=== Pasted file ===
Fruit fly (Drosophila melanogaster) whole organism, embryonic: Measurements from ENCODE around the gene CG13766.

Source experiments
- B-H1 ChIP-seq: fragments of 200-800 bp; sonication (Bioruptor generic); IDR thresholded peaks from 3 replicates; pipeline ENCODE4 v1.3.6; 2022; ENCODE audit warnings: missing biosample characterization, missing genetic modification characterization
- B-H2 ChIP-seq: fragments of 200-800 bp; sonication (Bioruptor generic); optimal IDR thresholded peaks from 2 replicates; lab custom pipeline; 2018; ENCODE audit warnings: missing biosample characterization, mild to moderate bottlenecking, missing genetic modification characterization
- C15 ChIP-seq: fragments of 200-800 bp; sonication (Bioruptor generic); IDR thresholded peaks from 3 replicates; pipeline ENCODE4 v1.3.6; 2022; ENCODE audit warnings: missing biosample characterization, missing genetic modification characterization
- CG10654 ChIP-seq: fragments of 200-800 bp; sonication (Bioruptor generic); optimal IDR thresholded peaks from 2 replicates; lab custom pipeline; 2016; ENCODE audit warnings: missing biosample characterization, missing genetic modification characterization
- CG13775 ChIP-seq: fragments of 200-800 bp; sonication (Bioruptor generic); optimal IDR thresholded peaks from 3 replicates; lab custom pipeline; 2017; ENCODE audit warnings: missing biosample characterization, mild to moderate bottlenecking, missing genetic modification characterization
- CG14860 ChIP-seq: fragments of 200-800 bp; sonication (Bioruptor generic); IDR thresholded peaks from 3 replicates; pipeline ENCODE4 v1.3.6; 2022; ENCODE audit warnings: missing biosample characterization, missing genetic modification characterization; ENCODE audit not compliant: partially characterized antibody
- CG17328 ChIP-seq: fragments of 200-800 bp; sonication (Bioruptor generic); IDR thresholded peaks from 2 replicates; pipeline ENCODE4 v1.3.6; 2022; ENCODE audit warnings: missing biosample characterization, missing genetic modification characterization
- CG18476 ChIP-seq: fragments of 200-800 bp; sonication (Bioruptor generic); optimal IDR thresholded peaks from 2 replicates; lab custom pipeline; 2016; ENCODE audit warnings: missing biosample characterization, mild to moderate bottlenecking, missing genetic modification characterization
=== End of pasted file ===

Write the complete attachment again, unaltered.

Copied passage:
Fruit fly (Drosophila melanogaster) whole organism, embryonic: Measurements from ENCODE around the gene CG13766.

Source experiments
- B-H1 ChIP-seq: fragments of 200-800 bp; sonication (Bioruptor generic); IDR thresholded peaks from 3 replicates; pipeline ENCODE4 v1.3.6; 2022; ENCODE audit warnings: missing biosample characterization, missing genetic modification characterization
- B-H2 ChIP-seq: fragments of 200-800 bp; sonication (Bioruptor generic); optimal IDR thresholded peaks from 2 replicates; lab custom pipeline; 2018; ENCODE audit warnings: missing biosample characterization, mild to moderate bottlenecking, missing genetic modification characterization
- C15 ChIP-seq: fragments of 200-800 bp; sonication (Bioruptor generic); IDR thresholded peaks from 3 replicates; pipeline ENCODE4 v1.3.6; 2022; ENCODE audit warnings: missing biosample characterization, missing genetic modification characterization
- CG10654 ChIP-seq: fragments of 200-800 bp; sonication (Bioruptor generic); optimal IDR thresholded peaks from 2 replicates; lab custom pipeline; 2016; ENCODE audit warnings: missing biosample characterization, missing genetic modification characterization
- CG13775 ChIP-seq: fragments of 200-800 bp; sonication (Bioruptor generic); optimal IDR thresholded peaks from 3 replicates; lab custom pipeline; 2017; ENCODE audit warnings: missing biosample characterization, mild to moderate bottlenecking, missing genetic modification characterization
- CG14860 ChIP-seq: fragments of 200-800 bp; sonication (Bioruptor generic); IDR thresholded peaks from 3 replicates; pipeline ENCODE4 v1.3.6; 2022; ENCODE audit warnings: missing biosample characterization, missing genetic modification characterization; ENCODE audit not compliant: partially characterized antibody
- CG17328 ChIP-seq: fragments of 200-800 bp; sonication (Bioruptor generic); IDR thresholded peaks from 2 replicates; pipeline ENCODE4 v1.3.6; 2022; ENCODE audit warnings: missing biosample characterization, missing genetic modification characterization
- CG18476 ChIP-seq: fragments of 200-800 bp; sonication (Bioruptor generic); optimal IDR thresholded peaks from 2 replicates; lab custom pipeline; 2016; ENCODE audit warnings: missing biosample characterization, mild to moderate bottlenecking, missing genetic modification characterization